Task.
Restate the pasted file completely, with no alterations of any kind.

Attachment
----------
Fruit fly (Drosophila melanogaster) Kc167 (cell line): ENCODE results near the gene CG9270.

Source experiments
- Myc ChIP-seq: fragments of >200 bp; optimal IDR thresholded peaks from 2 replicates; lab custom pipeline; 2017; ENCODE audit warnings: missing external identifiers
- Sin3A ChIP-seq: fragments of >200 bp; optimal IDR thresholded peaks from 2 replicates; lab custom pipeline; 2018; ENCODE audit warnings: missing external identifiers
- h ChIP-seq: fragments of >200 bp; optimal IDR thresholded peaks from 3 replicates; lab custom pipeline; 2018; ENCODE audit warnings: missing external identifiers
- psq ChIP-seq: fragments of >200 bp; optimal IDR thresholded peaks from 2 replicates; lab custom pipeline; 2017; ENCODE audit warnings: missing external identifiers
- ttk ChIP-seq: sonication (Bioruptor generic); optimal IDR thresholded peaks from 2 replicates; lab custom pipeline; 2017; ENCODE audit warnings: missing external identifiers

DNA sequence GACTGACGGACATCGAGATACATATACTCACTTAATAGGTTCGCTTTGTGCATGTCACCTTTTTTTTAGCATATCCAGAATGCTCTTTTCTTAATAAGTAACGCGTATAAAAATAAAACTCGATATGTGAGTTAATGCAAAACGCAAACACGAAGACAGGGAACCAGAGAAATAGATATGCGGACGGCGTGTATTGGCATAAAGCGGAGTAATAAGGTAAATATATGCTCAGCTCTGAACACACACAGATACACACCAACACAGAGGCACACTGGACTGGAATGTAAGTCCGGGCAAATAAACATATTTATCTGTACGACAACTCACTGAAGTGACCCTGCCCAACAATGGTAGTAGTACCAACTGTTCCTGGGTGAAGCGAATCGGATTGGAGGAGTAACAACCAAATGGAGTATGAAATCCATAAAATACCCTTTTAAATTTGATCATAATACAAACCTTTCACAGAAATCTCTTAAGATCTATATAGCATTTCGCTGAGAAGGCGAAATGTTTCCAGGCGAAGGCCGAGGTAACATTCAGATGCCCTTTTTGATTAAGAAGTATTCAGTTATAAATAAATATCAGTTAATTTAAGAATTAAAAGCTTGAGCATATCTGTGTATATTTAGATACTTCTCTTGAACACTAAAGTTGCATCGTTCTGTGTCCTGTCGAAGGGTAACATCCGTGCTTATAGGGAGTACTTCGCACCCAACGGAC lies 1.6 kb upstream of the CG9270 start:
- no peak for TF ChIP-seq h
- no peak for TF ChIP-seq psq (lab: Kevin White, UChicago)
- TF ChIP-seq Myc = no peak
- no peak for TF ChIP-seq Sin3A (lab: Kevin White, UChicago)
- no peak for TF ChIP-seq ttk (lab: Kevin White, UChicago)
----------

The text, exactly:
Fruit fly (Drosophila melanogaster) Kc167 (cell line): ENCODE results near the gene CG9270.

Source experiments
- Myc ChIP-seq: fragments of >200 bp; optimal IDR thresholded peaks from 2 replicates; lab custom pipeline; 2017; ENCODE audit warnings: missing external identifiers
- Sin3A ChIP-seq: fragments of >200 bp; optimal IDR thresholded peaks from 2 replicates; lab custom pipeline; 2018; ENCODE audit warnings: missing external identifiers
- h ChIP-seq: fragments of >200 bp; optimal IDR thresholded peaks from 3 replicates; lab custom pipeline; 2018; ENCODE audit warnings: missing external identifiers
- psq ChIP-seq: fragments of >200 bp; optimal IDR thresholded peaks from 2 replicates; lab custom pipeline; 2017; ENCODE audit warnings: missing external identifiers
- ttk ChIP-seq: sonication (Bioruptor generic); optimal IDR thresholded peaks from 2 replicates; lab custom pipeline; 2017; ENCODE audit warnings: missing external identifiers

DNA sequence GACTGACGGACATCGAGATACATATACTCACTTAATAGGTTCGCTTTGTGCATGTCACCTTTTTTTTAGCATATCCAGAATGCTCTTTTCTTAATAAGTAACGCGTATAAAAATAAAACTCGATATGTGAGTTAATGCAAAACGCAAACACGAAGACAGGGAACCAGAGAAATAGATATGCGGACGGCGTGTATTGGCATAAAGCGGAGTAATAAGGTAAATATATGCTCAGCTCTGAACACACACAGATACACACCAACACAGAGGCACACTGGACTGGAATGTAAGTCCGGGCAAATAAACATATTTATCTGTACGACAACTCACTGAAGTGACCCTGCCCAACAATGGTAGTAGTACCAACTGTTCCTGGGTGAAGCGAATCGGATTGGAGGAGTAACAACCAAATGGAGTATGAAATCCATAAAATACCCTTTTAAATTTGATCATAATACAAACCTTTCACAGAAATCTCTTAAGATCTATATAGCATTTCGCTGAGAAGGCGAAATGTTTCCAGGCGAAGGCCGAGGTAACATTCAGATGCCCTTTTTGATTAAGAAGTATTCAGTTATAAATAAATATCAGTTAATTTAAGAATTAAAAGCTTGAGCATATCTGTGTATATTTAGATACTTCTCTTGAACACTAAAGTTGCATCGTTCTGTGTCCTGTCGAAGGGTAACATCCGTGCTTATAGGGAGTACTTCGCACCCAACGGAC lies 1.6 kb upstream of the CG9270 start:
- no peak for TF ChIP-seq h
- no peak for TF ChIP-seq psq (lab: Kevin White, UChicago)
- TF ChIP-seq Myc = no peak
- no peak for TF ChIP-seq Sin3A (lab: Kevin White, UChicago)
- no peak for TF ChIP-seq ttk (lab: Kevin White, UChicago)